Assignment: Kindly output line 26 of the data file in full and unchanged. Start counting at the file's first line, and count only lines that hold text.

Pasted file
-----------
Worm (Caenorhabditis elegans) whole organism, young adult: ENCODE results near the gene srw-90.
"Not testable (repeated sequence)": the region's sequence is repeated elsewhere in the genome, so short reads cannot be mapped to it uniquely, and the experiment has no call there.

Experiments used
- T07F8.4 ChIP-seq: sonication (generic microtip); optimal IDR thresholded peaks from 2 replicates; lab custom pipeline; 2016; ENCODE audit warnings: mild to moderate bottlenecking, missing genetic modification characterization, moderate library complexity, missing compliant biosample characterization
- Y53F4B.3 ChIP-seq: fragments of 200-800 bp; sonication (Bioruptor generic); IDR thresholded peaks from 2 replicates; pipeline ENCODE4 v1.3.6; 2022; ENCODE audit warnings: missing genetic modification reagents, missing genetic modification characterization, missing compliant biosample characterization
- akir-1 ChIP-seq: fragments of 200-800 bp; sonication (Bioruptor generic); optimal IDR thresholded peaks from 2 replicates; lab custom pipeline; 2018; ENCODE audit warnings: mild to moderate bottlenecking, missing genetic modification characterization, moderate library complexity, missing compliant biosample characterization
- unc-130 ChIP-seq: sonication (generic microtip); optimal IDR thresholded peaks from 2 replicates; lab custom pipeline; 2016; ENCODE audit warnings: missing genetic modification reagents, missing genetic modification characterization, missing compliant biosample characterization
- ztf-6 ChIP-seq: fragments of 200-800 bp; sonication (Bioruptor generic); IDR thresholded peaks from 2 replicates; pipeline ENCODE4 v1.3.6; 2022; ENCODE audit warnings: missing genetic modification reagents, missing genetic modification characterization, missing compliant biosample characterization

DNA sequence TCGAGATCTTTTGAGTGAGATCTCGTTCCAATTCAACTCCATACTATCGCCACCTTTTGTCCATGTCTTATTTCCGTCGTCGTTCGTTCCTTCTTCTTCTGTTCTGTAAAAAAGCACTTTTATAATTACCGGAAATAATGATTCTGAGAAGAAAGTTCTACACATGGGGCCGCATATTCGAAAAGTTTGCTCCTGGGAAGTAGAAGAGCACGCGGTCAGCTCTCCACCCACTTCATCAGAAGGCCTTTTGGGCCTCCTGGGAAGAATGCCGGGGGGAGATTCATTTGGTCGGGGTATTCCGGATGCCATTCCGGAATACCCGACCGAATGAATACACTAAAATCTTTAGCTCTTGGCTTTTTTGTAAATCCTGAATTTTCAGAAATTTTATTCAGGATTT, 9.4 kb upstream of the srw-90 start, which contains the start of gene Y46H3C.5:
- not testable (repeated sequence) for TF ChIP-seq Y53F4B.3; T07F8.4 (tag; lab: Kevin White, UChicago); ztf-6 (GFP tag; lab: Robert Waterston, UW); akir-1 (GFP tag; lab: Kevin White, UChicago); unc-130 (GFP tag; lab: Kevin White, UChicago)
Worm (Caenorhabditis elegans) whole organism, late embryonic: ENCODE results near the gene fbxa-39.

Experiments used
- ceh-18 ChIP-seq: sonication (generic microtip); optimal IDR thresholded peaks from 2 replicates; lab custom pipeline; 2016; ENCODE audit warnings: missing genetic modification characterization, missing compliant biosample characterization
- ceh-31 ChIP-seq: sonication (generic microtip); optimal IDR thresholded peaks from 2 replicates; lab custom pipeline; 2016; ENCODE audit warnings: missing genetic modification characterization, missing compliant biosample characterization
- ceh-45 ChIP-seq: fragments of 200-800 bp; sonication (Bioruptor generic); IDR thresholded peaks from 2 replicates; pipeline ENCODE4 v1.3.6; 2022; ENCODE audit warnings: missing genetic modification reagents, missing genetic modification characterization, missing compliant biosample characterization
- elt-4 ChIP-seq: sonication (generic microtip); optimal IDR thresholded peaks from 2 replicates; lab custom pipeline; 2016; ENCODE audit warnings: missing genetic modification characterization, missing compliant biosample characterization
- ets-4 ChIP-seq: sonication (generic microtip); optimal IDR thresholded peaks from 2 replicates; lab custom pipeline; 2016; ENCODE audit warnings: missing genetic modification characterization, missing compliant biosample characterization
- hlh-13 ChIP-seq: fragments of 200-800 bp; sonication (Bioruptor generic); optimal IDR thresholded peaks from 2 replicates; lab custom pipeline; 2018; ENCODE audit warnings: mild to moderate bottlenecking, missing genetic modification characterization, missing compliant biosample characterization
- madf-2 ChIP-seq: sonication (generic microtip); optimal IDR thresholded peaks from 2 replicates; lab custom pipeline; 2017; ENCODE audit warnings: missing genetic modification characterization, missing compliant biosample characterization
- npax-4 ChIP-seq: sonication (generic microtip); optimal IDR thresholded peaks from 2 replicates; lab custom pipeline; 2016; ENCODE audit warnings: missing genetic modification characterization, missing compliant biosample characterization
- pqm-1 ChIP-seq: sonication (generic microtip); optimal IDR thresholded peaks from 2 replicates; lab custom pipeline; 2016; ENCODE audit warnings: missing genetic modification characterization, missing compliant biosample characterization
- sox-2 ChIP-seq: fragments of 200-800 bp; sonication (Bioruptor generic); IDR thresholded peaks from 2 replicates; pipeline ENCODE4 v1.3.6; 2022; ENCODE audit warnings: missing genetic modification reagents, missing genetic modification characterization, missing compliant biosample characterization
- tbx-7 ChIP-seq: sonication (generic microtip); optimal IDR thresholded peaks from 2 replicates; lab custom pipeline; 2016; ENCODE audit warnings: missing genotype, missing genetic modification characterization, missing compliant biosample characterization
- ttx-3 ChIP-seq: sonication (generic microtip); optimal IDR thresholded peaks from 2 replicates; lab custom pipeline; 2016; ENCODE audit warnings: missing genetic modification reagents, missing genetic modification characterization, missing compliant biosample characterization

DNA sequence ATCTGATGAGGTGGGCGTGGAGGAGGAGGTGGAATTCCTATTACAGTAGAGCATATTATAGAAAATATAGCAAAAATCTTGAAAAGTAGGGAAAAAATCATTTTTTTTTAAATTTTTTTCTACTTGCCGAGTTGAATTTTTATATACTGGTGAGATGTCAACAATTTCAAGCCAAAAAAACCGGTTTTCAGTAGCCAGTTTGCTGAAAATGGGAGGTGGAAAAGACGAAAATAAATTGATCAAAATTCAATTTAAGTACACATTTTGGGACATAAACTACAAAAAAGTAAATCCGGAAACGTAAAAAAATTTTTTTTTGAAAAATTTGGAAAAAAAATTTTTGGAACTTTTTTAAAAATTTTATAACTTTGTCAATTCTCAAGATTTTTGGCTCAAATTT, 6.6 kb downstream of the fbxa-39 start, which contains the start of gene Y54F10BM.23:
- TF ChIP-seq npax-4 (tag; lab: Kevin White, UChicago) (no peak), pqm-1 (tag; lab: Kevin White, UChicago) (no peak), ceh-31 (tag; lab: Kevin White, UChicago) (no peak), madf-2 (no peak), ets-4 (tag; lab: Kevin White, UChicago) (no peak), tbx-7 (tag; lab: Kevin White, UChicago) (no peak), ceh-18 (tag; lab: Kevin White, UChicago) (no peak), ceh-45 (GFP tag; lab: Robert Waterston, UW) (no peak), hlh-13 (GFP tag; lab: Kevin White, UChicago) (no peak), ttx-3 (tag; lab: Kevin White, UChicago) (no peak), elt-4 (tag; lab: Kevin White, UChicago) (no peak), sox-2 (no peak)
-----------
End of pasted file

- TF ChIP-seq npax-4 (tag; lab: Kevin White, UChicago) (no peak), pqm-1 (tag; lab: Kevin White, UChicago) (no peak), ceh-31 (tag; lab: Kevin White, UChicago) (no peak), madf-2 (no peak), ets-4 (tag; lab: Kevin White, UChicago) (no peak), tbx-7 (tag; lab: Kevin White, UChicago) (no peak), ceh-18 (tag; lab: Kevin White, UChicago) (no peak), ceh-45 (GFP tag; lab: Robert Waterston, UW) (no peak), hlh-13 (GFP tag; lab: Kevin White, UChicago) (no peak), ttx-3 (tag; lab: Kevin White, UChicago) (no peak), elt-4 (tag; lab: Kevin White, UChicago) (no peak), sox-2 (no peak)